Work-related stress takes a heavy toll on union members. Symptoms may start out innocently enough — a headache or trouble sleeping — but left unchecked, stress can precipitate a whole array of health problems, from high blood pressure and obesity to diabetes and heart disease. What's more, chronic stress can even cause changes in brain structure that impact functions like memory, and it can weaken the immune system, leading to more frequent illness. Stress also has the power to influence behavior. Members who are stressed may exercise less or make unhealthier food choices, which can exacerbate existing health conditions.
All these health effects translate into costs — not just for members but for their employers and the union, too. Benefits Pro reports that work-related stress can lead to absenteeism on the order of anywhere from a few days a month to upward of four weeks. An estimated $500 billion is lost each year due to stress-related dips in productivity.
As a union leader, you may not have day-to-day contact with union members, but you can still support them. Here are four strategies to help your members manage their stress.
1. Providing Easy Access to Mental Health Counseling
For members who are overwhelmed, talking about their feelings with a therapist can be a great way to channel those emotions in a productive way. Fitting therapy appointments into an already overbooked schedule, however, can be an added stressor, ultimately making the problem worse.
Unions can help by providing convenient access to mental health counseling via telemedicine. Members can sign up for a session when and where it's convenient for them — at home after work or even during a lunch break. Talk to your insurance company about what portals or apps they offer that allow patients to schedule video calls with physicians on a laptop or phone.
2. Helping With Child Care
In the United States, child care is one of working parents' biggest expenses — and that makes it a major source of stress. Many employers set up a flexible spending account that parents can use toward child care costs. However, any money in that account has to be used or forfeited, so it's important that trustees educate members on how to use the policy so that money doesn't go to waste.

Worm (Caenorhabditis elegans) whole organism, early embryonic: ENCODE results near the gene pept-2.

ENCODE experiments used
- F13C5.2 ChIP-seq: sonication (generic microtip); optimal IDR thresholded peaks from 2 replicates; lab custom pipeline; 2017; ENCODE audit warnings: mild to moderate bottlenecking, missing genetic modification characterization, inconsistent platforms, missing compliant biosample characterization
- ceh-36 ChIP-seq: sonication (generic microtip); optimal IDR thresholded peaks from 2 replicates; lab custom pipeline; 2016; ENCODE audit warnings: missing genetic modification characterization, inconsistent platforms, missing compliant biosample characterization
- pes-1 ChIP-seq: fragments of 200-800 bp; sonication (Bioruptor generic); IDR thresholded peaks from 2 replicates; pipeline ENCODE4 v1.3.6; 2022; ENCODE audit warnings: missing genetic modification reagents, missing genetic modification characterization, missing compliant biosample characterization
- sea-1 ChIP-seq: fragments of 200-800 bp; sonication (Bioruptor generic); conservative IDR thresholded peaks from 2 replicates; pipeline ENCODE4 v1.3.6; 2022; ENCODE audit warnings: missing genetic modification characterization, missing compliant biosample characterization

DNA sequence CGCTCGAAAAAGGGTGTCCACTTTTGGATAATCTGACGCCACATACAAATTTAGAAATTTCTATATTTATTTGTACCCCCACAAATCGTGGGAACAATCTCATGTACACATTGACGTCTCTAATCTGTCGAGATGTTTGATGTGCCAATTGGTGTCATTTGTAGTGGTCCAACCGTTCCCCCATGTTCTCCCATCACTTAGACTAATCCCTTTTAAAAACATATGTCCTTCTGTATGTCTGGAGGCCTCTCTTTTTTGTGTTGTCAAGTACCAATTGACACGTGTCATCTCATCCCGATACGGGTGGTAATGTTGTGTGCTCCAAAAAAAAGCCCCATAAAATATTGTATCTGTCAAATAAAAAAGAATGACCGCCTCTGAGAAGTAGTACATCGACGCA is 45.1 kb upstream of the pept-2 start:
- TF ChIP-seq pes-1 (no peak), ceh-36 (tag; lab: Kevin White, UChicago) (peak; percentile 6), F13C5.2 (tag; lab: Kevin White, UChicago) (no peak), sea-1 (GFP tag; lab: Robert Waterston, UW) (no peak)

Money aside, many parents also struggle with finding backup day care when their child is sick and can't attend for the day. Consider acting as a resource for parents with last-minute care needs by providing a reduced rate for child care at home with an online babysitting service or access to a backup child care center.
3. Offering Financial Wellness Tools
In a recent study, one quarter of U.S. workers said that money worries caused them health problems. Nearly half said they were distracted at work because of it, and 15 percent said their problems caused them to miss work altogether.
That's why benefits administrators and unions have started offering workers financial wellness tools, including financial wellness programs for debt management and budgeting, on-site seminars by financial planners and personalized sessions where workers — and their spouses — meet individually with financial advisers for 30- or 45-minute sessions.
4. Working With Employers to Ensure Work Site Safety
In one 2016 poll, 43 percent of respondents said they had health concerns about their workplace. Outdoor and construction workers were the second-highest group to say stress in the workplace negatively impacted their health.
Having a healthy and safe work site can go a long way toward reducing the stress members feel at work. Make sure your members understand what safety equipment and protocols to expect on the job — and that they know how to escalate violations or concerns to the appropriate parties. Work with employers to confirm that member stress over safe working conditions is kept to a minimum, whether through additional trainings or increased safety audits.
Work will never be entirely stress-free, and your members know that. But mental health resources, child care, financial wellness and workplace safety offer meaningful opportunities for making life easier. By taking advantage of these opportunities, the union can not only address work-related stress but also champion the overall well-being of its members and their success at work.
With 15 years' experience writing for publications including The Wall Street Journal, Barron's, The Christian Science Monitor and Newsday—Deborah Blumberg specializes in business and finance and health and wellness. She writes about topics including corporate communications, financial markets, real estate, renewable energy, cancer, health education, nutrition, supplements, the microbiome and functional medicine. She was a Knight Center fellow and a Donald W. Reynolds National Center for Business Journalism fellow. Her time working in marketing and communications at JPMorgan Chase taught her how to best tell a company's story. She's adept at turning complex ideas into compelling copy. She's also an officer of the American Society of Journalists and Authors (ASJA) and a Women in the Visual and Literary Arts board member, and she is fluent in Spanish.